UPDATE: Using word counts from the Greek New Testament (NA27) compiled here, I’ve determined that using the most generous collection listed above (13 books), 34.1% of the NT was written to/from a site in Turkey.
Jerusalem plans to develop an extensive archaeological site 30 feet (10 m) below the plaza at Jaffa Gate in order to share with the public a 220-foot (70-m) aqueduct, a Byzantine bathhouse, and other remains.
Haaretz’s Week’s End has an interesting article on the Cairo Geniza and ambitious plans to digitize all 350,000 fragments.
A couple of Tel Aviv archaeologists would like to move some of historic Jerusalem from the City of
David to the Rephaim Valley. Lipschits and Na’aman have proposed that the King’s Garden was located not where the Kidron and Hinnom Valleys meet but on one end of Emek Refaim Street in west Jerusalem.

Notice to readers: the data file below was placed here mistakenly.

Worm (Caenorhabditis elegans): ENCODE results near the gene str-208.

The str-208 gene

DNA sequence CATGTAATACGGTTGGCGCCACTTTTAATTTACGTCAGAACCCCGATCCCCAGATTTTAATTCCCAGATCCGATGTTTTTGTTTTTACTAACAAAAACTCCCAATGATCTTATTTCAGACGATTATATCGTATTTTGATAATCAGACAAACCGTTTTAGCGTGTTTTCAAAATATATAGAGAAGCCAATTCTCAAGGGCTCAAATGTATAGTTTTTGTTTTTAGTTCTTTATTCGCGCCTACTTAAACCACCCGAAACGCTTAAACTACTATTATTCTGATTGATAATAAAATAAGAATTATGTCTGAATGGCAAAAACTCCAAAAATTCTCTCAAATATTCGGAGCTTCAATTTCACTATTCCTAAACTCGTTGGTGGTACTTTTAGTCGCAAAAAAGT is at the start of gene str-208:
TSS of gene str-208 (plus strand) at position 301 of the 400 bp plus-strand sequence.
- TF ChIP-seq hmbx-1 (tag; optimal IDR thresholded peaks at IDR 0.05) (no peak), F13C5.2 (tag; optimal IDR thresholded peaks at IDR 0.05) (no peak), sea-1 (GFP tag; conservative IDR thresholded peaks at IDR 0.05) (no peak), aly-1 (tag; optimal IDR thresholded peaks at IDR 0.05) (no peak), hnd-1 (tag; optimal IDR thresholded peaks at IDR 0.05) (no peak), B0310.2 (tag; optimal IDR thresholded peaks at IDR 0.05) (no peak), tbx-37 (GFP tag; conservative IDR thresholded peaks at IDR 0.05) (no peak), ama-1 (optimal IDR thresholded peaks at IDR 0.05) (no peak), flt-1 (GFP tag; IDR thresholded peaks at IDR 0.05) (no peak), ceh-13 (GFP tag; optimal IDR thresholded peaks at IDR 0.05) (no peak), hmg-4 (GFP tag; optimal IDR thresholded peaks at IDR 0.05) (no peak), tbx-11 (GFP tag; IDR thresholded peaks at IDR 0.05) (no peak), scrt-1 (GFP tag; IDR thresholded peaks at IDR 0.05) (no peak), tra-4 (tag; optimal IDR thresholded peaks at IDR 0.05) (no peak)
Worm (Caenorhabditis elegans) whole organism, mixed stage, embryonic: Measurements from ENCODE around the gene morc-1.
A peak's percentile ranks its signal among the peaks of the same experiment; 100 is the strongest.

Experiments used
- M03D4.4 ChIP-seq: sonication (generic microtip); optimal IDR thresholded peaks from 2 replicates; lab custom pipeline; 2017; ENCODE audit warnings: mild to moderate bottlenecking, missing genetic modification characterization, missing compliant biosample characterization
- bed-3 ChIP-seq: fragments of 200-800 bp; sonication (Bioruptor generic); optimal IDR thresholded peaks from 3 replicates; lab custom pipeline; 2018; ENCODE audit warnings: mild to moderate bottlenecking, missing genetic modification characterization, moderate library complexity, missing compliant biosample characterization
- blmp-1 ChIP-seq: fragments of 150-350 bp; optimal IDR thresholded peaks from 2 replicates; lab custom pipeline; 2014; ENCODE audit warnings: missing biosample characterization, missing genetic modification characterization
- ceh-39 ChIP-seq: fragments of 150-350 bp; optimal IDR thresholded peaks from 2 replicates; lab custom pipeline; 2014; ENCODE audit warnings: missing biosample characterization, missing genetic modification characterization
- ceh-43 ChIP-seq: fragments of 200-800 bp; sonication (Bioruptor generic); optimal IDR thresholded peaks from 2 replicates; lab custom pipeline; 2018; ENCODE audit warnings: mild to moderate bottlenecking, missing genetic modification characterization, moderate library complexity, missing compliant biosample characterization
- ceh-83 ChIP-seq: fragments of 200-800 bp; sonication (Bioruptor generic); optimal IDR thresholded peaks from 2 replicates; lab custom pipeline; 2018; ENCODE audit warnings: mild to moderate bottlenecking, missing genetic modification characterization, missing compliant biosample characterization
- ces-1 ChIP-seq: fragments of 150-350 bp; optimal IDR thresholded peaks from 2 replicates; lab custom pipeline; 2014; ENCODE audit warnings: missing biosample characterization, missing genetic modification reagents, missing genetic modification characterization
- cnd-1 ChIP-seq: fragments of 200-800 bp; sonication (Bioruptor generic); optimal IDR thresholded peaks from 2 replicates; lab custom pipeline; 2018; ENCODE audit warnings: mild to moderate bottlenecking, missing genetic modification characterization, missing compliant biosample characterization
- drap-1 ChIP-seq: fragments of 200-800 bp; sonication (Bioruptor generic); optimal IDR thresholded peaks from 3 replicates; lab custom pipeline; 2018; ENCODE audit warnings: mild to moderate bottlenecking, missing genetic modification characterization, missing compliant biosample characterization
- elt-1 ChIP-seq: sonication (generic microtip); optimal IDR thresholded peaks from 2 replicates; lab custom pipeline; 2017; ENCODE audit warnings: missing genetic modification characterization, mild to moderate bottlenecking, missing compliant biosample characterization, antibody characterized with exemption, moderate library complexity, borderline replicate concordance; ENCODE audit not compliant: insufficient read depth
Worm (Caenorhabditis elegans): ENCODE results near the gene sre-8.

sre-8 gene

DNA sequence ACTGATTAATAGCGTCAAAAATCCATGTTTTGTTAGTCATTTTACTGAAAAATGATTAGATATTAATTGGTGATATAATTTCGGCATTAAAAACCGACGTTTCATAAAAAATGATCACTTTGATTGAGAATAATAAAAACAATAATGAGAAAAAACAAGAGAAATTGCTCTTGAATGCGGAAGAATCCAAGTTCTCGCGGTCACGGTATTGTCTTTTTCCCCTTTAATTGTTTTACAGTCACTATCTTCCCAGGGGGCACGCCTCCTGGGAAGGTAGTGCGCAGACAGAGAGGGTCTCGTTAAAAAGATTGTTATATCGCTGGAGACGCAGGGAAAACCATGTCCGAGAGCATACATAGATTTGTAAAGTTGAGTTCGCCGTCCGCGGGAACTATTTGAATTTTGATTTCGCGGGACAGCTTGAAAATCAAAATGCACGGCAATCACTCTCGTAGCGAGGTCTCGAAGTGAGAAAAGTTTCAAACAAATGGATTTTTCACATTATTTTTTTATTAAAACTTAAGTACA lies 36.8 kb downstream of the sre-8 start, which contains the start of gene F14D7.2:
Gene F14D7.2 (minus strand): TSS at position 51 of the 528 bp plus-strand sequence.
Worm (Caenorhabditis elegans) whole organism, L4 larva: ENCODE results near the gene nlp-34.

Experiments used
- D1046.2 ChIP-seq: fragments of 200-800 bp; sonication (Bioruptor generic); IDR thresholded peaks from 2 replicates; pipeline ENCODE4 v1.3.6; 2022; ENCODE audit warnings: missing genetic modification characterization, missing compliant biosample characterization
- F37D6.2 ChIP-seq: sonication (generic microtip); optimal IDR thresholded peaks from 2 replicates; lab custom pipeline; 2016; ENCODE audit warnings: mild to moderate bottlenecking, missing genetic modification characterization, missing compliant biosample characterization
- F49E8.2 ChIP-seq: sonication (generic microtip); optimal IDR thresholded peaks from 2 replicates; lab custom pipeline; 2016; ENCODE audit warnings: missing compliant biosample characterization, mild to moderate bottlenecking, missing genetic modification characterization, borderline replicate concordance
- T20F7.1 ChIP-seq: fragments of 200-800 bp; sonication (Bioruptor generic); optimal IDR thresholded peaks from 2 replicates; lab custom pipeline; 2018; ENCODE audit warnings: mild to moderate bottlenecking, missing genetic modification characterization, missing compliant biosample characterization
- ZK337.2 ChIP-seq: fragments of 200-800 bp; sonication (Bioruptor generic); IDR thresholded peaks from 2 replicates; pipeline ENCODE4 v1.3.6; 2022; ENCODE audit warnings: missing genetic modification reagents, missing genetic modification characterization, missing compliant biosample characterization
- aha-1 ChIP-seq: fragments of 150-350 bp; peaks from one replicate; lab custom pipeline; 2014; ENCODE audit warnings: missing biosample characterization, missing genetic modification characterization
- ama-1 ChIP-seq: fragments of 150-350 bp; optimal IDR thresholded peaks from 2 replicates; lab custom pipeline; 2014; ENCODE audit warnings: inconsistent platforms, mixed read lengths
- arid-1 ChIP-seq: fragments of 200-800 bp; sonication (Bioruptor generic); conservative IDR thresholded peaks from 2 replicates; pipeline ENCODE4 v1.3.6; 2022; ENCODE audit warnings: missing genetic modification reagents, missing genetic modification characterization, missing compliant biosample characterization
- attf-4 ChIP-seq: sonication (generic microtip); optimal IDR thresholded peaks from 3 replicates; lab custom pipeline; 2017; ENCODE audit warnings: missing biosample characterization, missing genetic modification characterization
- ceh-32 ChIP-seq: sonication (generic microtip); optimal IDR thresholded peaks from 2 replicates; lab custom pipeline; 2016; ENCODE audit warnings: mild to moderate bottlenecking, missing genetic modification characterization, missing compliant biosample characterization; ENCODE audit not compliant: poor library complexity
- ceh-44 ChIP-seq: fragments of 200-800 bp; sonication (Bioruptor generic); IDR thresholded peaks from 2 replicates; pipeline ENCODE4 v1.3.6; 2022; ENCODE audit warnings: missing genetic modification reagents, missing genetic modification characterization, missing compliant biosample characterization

A Biblical Chronology from Abraham to Paul is a new book by Andrew E. Steinmann. Justin Taylor has links to his OT and NT Chronologies as well as a 48-page excerpt from his book. It seems to agree with standard conservative views except that Jesus was born in 1 BC. [Note: be prepared for sticker shock. Perhaps you can ask your library to purchase a copy.]
The bridge from the Western Wall plaza to the Temple Mount has been in the news frequently since the collapse of the earthen embankment in 2004. Arutz-7 reports on the latest in the saga:
Jerusalem’s engineer demands that the ”Mughrabi” bridge for Jews to the Temple Mount be repaired or closed because of dangers.